Prefishing is s term used by anglers to describe the time spent fishing in preparation for a tournament. These fishermen look for all the best spots on the water in hopes of a winning effort in the tournament.
This is not what I mean by prefishing. Instead, prefishing describes the eating of fish at a restaurant on the water prior to going fishing. Not tournament fishing, just throwing in a line in hopes of reeling in a lunker.
Last night we went prefishing at Blue Gator on the Withlacoochee River, a new place for me. Sitting on the patio, listening to live music, eating a little grouper made for a pleasant experience.
No complaints about the food. Large portions of fish, fries, hush puppies, and slaw. John must have been confused about the purpose of the trip to Blue Gator since he ordered a cheeseburger. He was pleased with his meal as well, but I’m afraid failure to order fish set our course for the evening.
On our after dinner fishing trip, gators serenaded us while otters splashed around the boat. Turtles, herons, anhingas, and sandhill cranes watched as we threw our Zoom Vibes – blackberry and watermelon seed red – along the weed lines and stumps without much success.
A couple of bites, a small bass that threw the hook as I brought it to the boat, and one just shy of the 14″ keeper size for John. Not a successful evening a fishing, but a great time on the water and a rainbow over the Rainbow River…not bad.
An extension of the Withlocoochee State Trail has come to Dunnellon. The trailhead, located on Citrus County Road 39 which is off US 41, is just south of Dunnellon. The extension closes one of the gaps in what’s known at “The Heart of Central Florida” bike loop, a nearly 1000 mile long trail.
A stop on the newly opened bridge provides an excellent view of the river.
The trail runs along the Withlacoochee River for much of the four mile section ending near the Rainbow River Club. Trail users enjoy a shaded path through cypress lowlands with frequent views of the Withlacoochee and Rainbow Rivers.
The city of Dunnellon hopes to have a paved extension from its current end to the bridge on County Road 484 providing a safe bike route into downtown Dunnellon.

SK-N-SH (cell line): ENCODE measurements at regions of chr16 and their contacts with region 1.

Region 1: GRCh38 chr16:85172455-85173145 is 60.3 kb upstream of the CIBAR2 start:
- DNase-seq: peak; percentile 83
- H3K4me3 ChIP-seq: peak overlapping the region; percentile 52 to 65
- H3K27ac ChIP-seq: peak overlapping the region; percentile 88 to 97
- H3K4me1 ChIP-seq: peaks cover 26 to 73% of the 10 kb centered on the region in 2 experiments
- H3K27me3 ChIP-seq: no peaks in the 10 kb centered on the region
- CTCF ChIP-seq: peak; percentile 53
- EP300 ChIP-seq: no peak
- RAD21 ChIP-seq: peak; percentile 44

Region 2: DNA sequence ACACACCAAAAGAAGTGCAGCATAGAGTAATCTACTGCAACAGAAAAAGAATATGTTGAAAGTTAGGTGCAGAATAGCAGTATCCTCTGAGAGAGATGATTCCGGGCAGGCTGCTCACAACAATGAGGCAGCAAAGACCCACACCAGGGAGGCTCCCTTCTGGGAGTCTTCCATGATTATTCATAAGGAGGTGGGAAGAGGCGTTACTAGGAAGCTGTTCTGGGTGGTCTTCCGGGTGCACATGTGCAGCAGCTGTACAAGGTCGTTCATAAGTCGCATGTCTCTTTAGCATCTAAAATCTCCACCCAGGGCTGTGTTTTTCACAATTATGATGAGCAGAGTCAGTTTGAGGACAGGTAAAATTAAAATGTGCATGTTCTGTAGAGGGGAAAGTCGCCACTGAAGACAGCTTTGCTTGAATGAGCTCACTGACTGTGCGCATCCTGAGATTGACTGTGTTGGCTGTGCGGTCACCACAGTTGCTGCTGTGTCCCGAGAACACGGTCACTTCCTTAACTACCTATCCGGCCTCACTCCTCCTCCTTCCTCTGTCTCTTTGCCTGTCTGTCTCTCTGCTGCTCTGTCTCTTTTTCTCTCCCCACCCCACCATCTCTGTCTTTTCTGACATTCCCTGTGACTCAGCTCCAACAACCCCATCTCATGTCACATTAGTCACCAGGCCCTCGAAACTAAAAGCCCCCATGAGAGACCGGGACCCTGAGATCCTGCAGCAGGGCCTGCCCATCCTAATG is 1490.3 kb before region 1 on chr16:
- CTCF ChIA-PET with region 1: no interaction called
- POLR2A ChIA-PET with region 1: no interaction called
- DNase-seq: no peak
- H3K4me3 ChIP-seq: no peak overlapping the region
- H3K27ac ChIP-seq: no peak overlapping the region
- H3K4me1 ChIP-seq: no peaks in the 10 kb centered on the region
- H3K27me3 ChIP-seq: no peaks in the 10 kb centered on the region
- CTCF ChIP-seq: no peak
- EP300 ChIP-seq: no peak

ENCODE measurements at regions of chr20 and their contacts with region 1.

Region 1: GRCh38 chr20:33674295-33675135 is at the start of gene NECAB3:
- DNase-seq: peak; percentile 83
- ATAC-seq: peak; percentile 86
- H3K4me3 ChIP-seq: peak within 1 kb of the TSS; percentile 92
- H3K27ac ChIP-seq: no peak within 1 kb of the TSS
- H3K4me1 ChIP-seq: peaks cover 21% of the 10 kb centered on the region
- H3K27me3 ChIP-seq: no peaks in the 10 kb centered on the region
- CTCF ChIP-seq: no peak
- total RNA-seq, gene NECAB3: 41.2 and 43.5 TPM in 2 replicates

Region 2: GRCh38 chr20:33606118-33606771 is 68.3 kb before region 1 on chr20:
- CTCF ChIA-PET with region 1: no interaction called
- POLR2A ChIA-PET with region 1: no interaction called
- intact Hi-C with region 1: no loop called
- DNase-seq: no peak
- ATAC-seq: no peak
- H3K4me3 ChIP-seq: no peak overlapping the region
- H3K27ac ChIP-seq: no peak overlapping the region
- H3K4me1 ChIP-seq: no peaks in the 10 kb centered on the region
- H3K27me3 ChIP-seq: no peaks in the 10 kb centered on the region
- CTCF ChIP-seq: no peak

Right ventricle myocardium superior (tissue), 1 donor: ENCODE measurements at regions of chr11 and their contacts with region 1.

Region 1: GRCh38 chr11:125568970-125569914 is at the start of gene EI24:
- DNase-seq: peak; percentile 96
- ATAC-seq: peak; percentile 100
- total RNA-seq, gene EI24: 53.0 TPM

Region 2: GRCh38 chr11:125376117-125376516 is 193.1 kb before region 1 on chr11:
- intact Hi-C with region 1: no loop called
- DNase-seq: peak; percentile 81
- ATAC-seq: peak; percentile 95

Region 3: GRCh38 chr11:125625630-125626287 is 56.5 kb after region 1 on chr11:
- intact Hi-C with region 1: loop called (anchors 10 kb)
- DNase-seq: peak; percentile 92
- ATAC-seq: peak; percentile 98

Wildflowers border much of this flat trail which is perfect for walkers as well as bicyclists of all ages.
Additional work is underway to connect the Dunnellon Extension to the current trail to the south and will eventually allow bicyclists to ride to Citrus Springs, Inverness,Floral City, Nobleton, ending east of I-75 at the Owensboro Junction Trailhead on Highway 301. Quite a ride!
In July we rode two legs of the Withlacoochee Trail. We started the tour in Inverness and rode south to Floral City. On this leg of the trail we visited an art gallery, a railroad depot, and vowed to return to take a side trip to Fort Cooper since the weather forced us to hurry back to the trail head earlier than planned.
Then a week later we started in Nobleton and rode north to Floral City. On this leg we stopped at an old General Store and explored a county park where we took a walk down to the river. The tree lined shaded trail is one we plan to ride again.
Since we enjoyed our first two rides on the Withlacoochee Trail, we were anxious to ride the next section. On Saturday, we parked at the trail head near Nobleton and rode south a little more than eight miles to where I-75 crosses the trail. I’d have to describe the ride as disappointing. The trail cuts through the Withlacoochee forest yet lacked shade. With the exception of a couple of swampy areas that added interest to the ride, most of the trail passed through a portion of the forest that lacked much character.
A fawn, a couple of wild turkey, several gopher tortoises, and a thousand or so love bugs greeted us, and we located the Silver Lake Campground in the Withlacoochee Forest where we’ll camp on a future trip. It will be the perfect place to start the southern most portion of the trail, and we’ll use the boat ramp for a trip on the river as well.
It looks like Sarah wants to be included in Grandpa’s next book. She and Daniel even woke before sunrise to join John on the Withlacoochee River for a morning of fishing. They met with success early and often catching seven keepers…although they only kept five since that was plenty for their eating pleasure.